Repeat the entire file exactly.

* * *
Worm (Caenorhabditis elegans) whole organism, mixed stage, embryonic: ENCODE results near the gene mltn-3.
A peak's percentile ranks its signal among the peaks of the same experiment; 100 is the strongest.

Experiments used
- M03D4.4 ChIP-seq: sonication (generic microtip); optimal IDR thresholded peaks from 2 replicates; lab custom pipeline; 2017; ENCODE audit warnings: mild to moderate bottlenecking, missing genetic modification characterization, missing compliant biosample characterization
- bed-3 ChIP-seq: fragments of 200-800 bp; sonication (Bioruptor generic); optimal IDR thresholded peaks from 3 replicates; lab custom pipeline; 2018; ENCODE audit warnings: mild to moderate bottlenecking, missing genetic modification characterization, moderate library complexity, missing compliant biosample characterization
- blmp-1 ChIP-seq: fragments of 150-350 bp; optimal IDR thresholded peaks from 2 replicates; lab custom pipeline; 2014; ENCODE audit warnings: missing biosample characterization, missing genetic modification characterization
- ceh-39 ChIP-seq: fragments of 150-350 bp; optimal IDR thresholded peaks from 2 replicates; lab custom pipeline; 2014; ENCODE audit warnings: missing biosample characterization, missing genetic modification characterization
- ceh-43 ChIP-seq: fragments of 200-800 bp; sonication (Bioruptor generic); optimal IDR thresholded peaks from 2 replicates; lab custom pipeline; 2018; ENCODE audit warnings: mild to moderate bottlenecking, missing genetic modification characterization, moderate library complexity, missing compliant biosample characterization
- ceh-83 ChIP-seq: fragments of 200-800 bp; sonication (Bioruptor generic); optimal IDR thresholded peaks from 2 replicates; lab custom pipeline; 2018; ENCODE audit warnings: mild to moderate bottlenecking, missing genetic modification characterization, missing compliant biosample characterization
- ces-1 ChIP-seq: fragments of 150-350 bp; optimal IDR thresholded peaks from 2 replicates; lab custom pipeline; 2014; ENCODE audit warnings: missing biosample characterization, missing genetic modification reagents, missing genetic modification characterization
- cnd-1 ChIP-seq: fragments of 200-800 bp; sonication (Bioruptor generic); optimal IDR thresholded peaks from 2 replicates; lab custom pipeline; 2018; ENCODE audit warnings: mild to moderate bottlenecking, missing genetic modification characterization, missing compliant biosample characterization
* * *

Worm (Caenorhabditis elegans) whole organism, mixed stage, embryonic: ENCODE results near the gene mltn-3.
A peak's percentile ranks its signal among the peaks of the same experiment; 100 is the strongest.

Experiments used
- M03D4.4 ChIP-seq: sonication (generic microtip); optimal IDR thresholded peaks from 2 replicates; lab custom pipeline; 2017; ENCODE audit warnings: mild to moderate bottlenecking, missing genetic modification characterization, missing compliant biosample characterization
- bed-3 ChIP-seq: fragments of 200-800 bp; sonication (Bioruptor generic); optimal IDR thresholded peaks from 3 replicates; lab custom pipeline; 2018; ENCODE audit warnings: mild to moderate bottlenecking, missing genetic modification characterization, moderate library complexity, missing compliant biosample characterization
- blmp-1 ChIP-seq: fragments of 150-350 bp; optimal IDR thresholded peaks from 2 replicates; lab custom pipeline; 2014; ENCODE audit warnings: missing biosample characterization, missing genetic modification characterization
- ceh-39 ChIP-seq: fragments of 150-350 bp; optimal IDR thresholded peaks from 2 replicates; lab custom pipeline; 2014; ENCODE audit warnings: missing biosample characterization, missing genetic modification characterization
- ceh-43 ChIP-seq: fragments of 200-800 bp; sonication (Bioruptor generic); optimal IDR thresholded peaks from 2 replicates; lab custom pipeline; 2018; ENCODE audit warnings: mild to moderate bottlenecking, missing genetic modification characterization, moderate library complexity, missing compliant biosample characterization
- ceh-83 ChIP-seq: fragments of 200-800 bp; sonication (Bioruptor generic); optimal IDR thresholded peaks from 2 replicates; lab custom pipeline; 2018; ENCODE audit warnings: mild to moderate bottlenecking, missing genetic modification characterization, missing compliant biosample characterization
- ces-1 ChIP-seq: fragments of 150-350 bp; optimal IDR thresholded peaks from 2 replicates; lab custom pipeline; 2014; ENCODE audit warnings: missing biosample characterization, missing genetic modification reagents, missing genetic modification characterization
- cnd-1 ChIP-seq: fragments of 200-800 bp; sonication (Bioruptor generic); optimal IDR thresholded peaks from 2 replicates; lab custom pipeline; 2018; ENCODE audit warnings: mild to moderate bottlenecking, missing genetic modification characterization, missing compliant biosample characterization